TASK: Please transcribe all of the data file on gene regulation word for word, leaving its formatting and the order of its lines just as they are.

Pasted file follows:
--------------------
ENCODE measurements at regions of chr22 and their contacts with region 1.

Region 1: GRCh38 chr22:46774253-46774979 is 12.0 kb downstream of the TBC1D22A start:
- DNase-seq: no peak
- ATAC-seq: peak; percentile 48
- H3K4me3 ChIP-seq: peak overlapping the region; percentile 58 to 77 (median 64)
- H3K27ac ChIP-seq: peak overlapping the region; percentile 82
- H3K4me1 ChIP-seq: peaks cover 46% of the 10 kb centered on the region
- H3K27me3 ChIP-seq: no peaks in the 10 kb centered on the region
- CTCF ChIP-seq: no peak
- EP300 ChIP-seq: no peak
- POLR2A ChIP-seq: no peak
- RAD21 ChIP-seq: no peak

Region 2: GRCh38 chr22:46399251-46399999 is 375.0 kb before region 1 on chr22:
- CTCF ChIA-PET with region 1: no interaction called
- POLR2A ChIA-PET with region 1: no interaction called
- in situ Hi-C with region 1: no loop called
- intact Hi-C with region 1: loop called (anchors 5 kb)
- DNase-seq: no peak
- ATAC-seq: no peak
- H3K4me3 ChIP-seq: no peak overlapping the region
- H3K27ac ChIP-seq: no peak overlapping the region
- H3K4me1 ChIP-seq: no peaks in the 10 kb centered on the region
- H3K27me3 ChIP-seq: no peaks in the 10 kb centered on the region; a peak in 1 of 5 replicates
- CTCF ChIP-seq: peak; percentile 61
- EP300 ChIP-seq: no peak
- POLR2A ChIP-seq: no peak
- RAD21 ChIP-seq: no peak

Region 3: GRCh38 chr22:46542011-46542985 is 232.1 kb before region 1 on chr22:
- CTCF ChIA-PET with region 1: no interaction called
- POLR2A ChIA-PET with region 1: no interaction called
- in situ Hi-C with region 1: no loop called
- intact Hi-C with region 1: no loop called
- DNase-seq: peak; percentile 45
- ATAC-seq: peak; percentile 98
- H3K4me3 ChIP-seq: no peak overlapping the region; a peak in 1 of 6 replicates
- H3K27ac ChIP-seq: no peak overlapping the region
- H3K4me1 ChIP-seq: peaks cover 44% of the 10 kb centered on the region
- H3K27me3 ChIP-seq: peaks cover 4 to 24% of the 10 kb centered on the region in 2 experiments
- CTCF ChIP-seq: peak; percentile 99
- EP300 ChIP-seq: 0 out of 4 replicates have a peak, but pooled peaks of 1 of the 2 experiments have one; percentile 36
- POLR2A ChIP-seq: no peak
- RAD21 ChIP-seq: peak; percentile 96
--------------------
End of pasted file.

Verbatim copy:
ENCODE measurements at regions of chr22 and their contacts with region 1.

Region 1: GRCh38 chr22:46774253-46774979 is 12.0 kb downstream of the TBC1D22A start:
- DNase-seq: no peak
- ATAC-seq: peak; percentile 48
- H3K4me3 ChIP-seq: peak overlapping the region; percentile 58 to 77 (median 64)
- H3K27ac ChIP-seq: peak overlapping the region; percentile 82
- H3K4me1 ChIP-seq: peaks cover 46% of the 10 kb centered on the region
- H3K27me3 ChIP-seq: no peaks in the 10 kb centered on the region
- CTCF ChIP-seq: no peak
- EP300 ChIP-seq: no peak
- POLR2A ChIP-seq: no peak
- RAD21 ChIP-seq: no peak

Region 2: GRCh38 chr22:46399251-46399999 is 375.0 kb before region 1 on chr22:
- CTCF ChIA-PET with region 1: no interaction called
- POLR2A ChIA-PET with region 1: no interaction called
- in situ Hi-C with region 1: no loop called
- intact Hi-C with region 1: loop called (anchors 5 kb)
- DNase-seq: no peak
- ATAC-seq: no peak
- H3K4me3 ChIP-seq: no peak overlapping the region
- H3K27ac ChIP-seq: no peak overlapping the region
- H3K4me1 ChIP-seq: no peaks in the 10 kb centered on the region
- H3K27me3 ChIP-seq: no peaks in the 10 kb centered on the region; a peak in 1 of 5 replicates
- CTCF ChIP-seq: peak; percentile 61
- EP300 ChIP-seq: no peak
- POLR2A ChIP-seq: no peak
- RAD21 ChIP-seq: no peak

Region 3: GRCh38 chr22:46542011-46542985 is 232.1 kb before region 1 on chr22:
- CTCF ChIA-PET with region 1: no interaction called
- POLR2A ChIA-PET with region 1: no interaction called
- in situ Hi-C with region 1: no loop called
- intact Hi-C with region 1: no loop called
- DNase-seq: peak; percentile 45
- ATAC-seq: peak; percentile 98
- H3K4me3 ChIP-seq: no peak overlapping the region; a peak in 1 of 6 replicates
- H3K27ac ChIP-seq: no peak overlapping the region
- H3K4me1 ChIP-seq: peaks cover 44% of the 10 kb centered on the region
- H3K27me3 ChIP-seq: peaks cover 4 to 24% of the 10 kb centered on the region in 2 experiments
- CTCF ChIP-seq: peak; percentile 99
- EP300 ChIP-seq: 0 out of 4 replicates have a peak, but pooled peaks of 1 of the 2 experiments have one; percentile 36
- POLR2A ChIP-seq: no peak
- RAD21 ChIP-seq: peak; percentile 96